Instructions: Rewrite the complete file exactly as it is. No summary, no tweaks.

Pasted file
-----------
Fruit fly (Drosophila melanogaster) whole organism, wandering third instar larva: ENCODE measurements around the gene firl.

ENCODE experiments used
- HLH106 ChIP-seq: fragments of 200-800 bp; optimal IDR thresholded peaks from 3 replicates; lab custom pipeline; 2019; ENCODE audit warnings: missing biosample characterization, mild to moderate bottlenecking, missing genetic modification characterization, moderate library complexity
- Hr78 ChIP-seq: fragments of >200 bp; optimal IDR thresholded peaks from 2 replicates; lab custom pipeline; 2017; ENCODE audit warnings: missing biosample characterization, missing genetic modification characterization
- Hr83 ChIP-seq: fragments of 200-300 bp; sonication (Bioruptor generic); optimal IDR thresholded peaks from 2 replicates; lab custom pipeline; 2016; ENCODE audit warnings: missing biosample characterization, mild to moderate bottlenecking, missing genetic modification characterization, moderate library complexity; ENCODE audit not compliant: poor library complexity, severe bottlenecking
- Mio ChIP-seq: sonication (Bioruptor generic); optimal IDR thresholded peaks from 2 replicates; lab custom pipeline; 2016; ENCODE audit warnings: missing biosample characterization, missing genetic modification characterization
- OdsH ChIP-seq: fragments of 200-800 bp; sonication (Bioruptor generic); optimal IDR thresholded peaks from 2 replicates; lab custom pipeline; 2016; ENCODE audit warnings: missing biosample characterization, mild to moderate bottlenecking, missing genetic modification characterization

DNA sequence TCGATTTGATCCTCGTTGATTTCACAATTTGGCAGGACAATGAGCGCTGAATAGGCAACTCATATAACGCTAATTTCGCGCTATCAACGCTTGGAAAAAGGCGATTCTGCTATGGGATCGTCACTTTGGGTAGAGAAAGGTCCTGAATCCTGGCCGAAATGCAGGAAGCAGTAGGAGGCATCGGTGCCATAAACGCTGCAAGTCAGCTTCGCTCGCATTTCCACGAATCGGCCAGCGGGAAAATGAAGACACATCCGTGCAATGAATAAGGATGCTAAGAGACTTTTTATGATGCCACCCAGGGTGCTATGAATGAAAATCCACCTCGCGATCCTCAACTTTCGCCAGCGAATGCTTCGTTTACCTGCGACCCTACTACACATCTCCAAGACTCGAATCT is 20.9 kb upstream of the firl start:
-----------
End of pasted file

Fruit fly (Drosophila melanogaster) whole organism, wandering third instar larva: ENCODE measurements around the gene firl.

ENCODE experiments used
- HLH106 ChIP-seq: fragments of 200-800 bp; optimal IDR thresholded peaks from 3 replicates; lab custom pipeline; 2019; ENCODE audit warnings: missing biosample characterization, mild to moderate bottlenecking, missing genetic modification characterization, moderate library complexity
- Hr78 ChIP-seq: fragments of >200 bp; optimal IDR thresholded peaks from 2 replicates; lab custom pipeline; 2017; ENCODE audit warnings: missing biosample characterization, missing genetic modification characterization
- Hr83 ChIP-seq: fragments of 200-300 bp; sonication (Bioruptor generic); optimal IDR thresholded peaks from 2 replicates; lab custom pipeline; 2016; ENCODE audit warnings: missing biosample characterization, mild to moderate bottlenecking, missing genetic modification characterization, moderate library complexity; ENCODE audit not compliant: poor library complexity, severe bottlenecking
- Mio ChIP-seq: sonication (Bioruptor generic); optimal IDR thresholded peaks from 2 replicates; lab custom pipeline; 2016; ENCODE audit warnings: missing biosample characterization, missing genetic modification characterization
- OdsH ChIP-seq: fragments of 200-800 bp; sonication (Bioruptor generic); optimal IDR thresholded peaks from 2 replicates; lab custom pipeline; 2016; ENCODE audit warnings: missing biosample characterization, mild to moderate bottlenecking, missing genetic modification characterization

DNA sequence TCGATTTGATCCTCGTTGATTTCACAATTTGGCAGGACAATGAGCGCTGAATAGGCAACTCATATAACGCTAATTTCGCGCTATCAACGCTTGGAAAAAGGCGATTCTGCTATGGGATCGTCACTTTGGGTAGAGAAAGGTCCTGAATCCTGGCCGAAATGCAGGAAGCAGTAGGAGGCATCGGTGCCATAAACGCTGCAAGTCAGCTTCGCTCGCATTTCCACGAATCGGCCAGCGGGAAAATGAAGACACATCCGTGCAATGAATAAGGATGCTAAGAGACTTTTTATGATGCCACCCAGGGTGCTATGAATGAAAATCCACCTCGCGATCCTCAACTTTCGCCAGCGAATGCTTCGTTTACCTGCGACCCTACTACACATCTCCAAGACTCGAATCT is 20.9 kb upstream of the firl start: